ABSTRACT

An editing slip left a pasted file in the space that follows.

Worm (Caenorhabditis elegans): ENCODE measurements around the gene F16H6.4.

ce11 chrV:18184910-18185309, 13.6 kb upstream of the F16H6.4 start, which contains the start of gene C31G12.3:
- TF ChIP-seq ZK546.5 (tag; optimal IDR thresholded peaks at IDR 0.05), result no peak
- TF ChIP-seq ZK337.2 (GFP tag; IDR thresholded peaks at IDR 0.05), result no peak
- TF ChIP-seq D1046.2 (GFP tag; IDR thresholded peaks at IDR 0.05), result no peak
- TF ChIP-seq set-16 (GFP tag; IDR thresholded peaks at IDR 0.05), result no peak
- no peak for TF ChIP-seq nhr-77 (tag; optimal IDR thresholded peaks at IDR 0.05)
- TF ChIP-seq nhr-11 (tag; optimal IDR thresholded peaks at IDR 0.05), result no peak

The elastic compliance of a fracture can be spatially varying, reflecting the variation of microscale properties of the fracture, e.g., aperture, contact asperities, and fracture infill. Characterizing the spatial heterogeneity of a fracture is crucial in explaining the apparent frequency dependence of fracture compliance and in addressing the spatially varying mechanical and hydraulic properties of the fractured medium. Apparent frequency dependence of the estimated fracture compliance is caused when the used seismic wavelength is very large compared to the scale of heterogeneity. We perform ultrasonic laboratory experiments, and characterize the spatially varying compliance along a fluid-filled fracture. We simulate a horizontal fracture, and introduce heterogeneous fluid distribution along the fracture. We perform amplitude variation with offset (AVO) inversion of the P-P reflections, in which we obtain the theoretical angle-dependent reflection responses by considering the linear-slip model. The estimated compliance distribution clearly separates the dry region from the wet region of the fracture. The effective bulk modulus of the fluid is estimated using the derived values of the compliance. We find that the obtained bulk modulus is well-explained by the presence of minute quantity of air bubbles in the water. We also find new evidence of the existence of scattered waves generated at the boundary representing a sharp change in fracture compliance. The estimated boundary between the dry and the wet regions of the fracture, which is detected by AVO inversion, is slightly shifted compared with the actual location. This is possibly due to the interference of the scattered waves that are generated at the boundary. The linear-slip model can represent thin structures in rocks in a wide range of scale. Therefore, our methodology, results, and discussion will be useful in developing new applications for assessing laterally varying mechanical and hydraulic properties of thin nonwelded discontinuities, e.g., fractures, joints, and faults.

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